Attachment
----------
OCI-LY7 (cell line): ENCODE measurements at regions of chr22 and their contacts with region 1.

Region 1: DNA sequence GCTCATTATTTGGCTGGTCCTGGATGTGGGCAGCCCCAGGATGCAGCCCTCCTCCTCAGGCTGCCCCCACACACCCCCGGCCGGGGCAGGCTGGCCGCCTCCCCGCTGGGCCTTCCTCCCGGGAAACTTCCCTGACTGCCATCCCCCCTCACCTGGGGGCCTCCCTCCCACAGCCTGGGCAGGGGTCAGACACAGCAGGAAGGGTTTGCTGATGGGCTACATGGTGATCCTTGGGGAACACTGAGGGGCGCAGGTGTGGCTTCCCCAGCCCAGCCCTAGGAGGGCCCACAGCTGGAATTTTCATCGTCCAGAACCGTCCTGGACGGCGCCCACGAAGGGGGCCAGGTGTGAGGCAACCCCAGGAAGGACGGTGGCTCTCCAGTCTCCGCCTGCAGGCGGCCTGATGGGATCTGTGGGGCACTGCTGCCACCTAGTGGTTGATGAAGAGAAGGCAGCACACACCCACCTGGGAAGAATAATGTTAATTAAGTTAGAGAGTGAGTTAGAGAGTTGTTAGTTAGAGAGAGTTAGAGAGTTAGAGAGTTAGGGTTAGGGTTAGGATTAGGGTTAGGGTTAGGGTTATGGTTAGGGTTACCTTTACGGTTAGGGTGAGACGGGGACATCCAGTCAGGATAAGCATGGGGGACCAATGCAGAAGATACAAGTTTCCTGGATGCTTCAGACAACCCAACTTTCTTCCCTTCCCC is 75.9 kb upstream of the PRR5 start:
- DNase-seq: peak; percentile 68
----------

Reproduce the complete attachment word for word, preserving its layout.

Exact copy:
OCI-LY7 (cell line): ENCODE measurements at regions of chr22 and their contacts with region 1.

Region 1: DNA sequence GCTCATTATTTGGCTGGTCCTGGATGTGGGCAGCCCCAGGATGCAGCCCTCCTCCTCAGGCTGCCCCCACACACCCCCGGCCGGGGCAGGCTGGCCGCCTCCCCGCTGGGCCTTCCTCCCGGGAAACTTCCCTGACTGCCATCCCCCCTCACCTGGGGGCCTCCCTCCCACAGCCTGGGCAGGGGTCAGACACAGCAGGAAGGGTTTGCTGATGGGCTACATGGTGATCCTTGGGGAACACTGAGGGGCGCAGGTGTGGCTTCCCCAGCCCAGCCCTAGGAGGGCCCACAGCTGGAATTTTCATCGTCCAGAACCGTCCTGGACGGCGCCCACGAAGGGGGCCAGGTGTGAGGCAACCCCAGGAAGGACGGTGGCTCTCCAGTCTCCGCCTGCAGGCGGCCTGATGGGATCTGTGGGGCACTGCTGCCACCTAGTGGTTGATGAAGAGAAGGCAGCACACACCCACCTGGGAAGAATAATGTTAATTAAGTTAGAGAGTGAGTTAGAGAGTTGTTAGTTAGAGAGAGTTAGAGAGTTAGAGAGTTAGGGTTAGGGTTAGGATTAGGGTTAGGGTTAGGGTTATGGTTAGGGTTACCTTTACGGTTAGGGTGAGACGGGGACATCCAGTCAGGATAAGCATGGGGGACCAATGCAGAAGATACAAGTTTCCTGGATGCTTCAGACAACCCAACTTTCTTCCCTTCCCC is 75.9 kb upstream of the PRR5 start:
- DNase-seq: peak; percentile 68